Wednesday, October 28, 2015

The race to the bottom for low-priced microcontrollers

If you've read this blog for a while, you know that I'm a fan of the Raspberry Pi and other small PCs (the Intel Compute Stick, the PiPO X7/8, Chip.) These cheap computers are being used for everything from industrial controllers / monitors to robotics to Internet of Things home control devices.

At the bottom end, the Pi (still $35) and the Chip ($9) are now competing with a new product from Intel called the Arduino 101. If you've been playing with this technology, you'll recognize the Arduino name - they've been around for a few years in the "maker" space. In the past they've used the ATmel/ATmega microchip. Now Intel has announced one that uses the Intel Curie Compute Module, a 32-bit Intel Quark microcontroller. 

It comes with 384 kB of flash memory, 80 kB of SRAM an integrated DSP sensor hub for signal processing. The processor includes on-board Bluetooth low energy communications and an accelerometer/gyroscope. The board uses the same form factor as Arduino and has similar I/O capability and it will sell for $30 when it comes out 1Q16.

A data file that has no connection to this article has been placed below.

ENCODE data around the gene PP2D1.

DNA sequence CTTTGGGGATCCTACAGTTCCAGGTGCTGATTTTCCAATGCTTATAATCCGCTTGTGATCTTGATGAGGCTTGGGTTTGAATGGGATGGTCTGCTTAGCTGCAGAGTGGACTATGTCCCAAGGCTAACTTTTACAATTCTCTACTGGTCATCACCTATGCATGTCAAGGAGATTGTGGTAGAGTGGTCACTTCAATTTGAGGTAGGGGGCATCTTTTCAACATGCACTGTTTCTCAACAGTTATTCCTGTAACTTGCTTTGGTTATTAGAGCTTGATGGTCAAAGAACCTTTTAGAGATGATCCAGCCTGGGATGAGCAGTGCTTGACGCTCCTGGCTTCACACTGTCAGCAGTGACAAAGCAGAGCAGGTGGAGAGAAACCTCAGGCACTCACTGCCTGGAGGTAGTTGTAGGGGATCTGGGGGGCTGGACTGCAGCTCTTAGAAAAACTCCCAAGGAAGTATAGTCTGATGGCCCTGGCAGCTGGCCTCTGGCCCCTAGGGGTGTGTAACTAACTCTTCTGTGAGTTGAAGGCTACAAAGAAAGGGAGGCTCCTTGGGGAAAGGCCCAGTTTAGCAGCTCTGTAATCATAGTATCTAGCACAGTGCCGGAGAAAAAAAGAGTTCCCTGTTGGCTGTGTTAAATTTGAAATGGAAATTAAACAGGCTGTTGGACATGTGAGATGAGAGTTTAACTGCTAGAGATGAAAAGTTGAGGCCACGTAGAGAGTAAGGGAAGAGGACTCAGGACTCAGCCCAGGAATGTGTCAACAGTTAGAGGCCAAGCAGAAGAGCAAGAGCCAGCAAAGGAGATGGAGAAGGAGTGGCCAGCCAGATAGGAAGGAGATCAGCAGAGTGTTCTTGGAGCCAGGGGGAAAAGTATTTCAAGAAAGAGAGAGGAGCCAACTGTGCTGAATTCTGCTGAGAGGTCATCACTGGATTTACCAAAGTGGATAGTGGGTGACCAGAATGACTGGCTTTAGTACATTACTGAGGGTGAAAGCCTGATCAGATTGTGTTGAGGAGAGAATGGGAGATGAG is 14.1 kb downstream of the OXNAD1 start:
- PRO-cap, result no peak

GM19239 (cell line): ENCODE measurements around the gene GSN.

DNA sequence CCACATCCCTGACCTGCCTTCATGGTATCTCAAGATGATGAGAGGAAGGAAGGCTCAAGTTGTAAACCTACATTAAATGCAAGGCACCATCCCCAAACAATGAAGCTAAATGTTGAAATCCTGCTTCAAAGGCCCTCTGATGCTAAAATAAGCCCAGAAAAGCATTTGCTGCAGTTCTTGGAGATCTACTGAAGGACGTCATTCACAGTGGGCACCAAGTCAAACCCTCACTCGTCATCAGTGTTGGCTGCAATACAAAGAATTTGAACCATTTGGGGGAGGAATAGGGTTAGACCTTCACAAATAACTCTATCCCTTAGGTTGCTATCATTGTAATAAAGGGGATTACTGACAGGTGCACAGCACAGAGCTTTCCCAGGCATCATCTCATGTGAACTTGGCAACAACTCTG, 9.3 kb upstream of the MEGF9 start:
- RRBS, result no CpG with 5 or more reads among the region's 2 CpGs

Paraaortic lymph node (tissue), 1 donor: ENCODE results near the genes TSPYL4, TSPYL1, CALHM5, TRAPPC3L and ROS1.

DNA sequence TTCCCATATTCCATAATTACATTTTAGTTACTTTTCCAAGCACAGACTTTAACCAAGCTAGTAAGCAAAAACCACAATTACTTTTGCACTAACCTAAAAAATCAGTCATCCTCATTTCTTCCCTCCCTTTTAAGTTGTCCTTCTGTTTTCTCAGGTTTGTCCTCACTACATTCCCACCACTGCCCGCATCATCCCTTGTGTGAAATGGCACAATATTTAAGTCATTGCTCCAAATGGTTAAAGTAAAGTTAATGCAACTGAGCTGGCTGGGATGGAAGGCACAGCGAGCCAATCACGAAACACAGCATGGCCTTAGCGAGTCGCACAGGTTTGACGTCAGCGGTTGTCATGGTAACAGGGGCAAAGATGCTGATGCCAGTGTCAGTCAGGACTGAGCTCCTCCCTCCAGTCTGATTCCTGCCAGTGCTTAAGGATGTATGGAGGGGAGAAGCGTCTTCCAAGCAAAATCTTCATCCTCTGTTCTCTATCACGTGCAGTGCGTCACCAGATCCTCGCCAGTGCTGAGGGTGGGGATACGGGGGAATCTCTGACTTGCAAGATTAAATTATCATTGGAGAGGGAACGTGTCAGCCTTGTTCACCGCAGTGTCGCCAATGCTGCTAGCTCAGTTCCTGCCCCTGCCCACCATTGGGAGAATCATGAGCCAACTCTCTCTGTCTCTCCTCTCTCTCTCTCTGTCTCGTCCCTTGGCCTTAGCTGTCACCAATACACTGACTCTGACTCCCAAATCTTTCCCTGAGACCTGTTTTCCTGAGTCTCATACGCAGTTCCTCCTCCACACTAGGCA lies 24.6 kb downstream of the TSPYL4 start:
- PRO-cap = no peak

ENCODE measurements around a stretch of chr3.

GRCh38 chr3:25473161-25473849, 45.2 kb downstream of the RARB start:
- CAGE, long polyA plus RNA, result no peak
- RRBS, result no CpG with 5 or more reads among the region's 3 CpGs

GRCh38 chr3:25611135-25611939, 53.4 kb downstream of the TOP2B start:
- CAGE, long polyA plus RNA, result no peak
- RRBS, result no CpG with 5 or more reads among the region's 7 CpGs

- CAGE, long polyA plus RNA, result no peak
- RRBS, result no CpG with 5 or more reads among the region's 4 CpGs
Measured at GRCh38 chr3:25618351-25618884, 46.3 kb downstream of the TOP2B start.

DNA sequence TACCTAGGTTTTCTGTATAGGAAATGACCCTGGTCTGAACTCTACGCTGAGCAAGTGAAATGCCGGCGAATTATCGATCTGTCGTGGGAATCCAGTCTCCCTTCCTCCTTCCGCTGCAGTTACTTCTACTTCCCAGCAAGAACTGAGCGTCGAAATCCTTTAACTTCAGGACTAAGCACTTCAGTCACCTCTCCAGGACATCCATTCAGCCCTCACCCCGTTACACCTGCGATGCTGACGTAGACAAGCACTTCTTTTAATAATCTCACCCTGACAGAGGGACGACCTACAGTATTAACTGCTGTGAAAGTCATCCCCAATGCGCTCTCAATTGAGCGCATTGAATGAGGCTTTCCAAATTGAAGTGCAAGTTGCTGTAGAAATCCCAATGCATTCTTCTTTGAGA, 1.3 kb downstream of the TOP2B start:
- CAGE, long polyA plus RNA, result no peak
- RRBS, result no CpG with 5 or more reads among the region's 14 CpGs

The programming model is the same as Arduino: you write your code using the Arduino IDE and upload it to the board to run. You'll note that it's much (much) smaller in terms of capacity than a Raspberry Pi, but the coding model is also much more accessible for new developers. They really are quite simple to program.

Intel and Arduino are using it to promote their "Arduio 101 in the Classroom" program - similar to the mission of the Raspberry Pi people.

I think it's exciting to see additional competition in this space as it encourages more young developers to enter the IoT space.

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